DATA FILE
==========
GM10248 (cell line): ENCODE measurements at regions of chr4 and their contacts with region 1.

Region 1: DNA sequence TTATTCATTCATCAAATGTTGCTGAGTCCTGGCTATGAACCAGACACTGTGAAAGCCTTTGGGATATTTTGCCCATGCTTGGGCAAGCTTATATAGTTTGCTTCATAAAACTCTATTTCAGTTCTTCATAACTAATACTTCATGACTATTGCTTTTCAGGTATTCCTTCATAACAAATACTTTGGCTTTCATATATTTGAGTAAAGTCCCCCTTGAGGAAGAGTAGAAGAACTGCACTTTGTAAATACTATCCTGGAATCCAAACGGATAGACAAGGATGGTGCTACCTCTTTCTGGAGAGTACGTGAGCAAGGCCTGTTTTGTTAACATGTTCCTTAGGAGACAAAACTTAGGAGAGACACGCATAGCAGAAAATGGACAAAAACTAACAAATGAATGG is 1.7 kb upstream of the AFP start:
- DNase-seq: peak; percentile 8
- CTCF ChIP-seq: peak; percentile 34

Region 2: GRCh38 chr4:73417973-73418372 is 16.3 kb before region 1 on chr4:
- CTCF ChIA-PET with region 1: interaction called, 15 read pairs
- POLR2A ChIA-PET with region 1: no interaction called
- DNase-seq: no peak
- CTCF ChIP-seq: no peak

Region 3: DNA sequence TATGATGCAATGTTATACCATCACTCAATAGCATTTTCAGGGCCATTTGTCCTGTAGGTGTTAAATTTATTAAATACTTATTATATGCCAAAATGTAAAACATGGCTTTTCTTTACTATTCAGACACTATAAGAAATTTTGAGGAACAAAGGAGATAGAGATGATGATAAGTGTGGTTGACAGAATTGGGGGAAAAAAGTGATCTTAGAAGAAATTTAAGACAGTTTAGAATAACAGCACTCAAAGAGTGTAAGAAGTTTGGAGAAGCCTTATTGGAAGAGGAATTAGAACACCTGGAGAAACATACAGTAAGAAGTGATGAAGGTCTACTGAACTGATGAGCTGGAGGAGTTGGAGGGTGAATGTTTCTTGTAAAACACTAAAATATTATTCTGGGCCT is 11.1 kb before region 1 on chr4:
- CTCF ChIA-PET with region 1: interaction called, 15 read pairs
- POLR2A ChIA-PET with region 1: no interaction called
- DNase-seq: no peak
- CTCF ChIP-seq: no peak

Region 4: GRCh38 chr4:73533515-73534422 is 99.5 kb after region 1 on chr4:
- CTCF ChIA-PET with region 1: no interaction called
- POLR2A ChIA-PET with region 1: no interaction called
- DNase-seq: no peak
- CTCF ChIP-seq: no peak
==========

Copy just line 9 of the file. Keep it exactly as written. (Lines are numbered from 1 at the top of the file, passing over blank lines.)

- CTCF ChIP-seq: no peak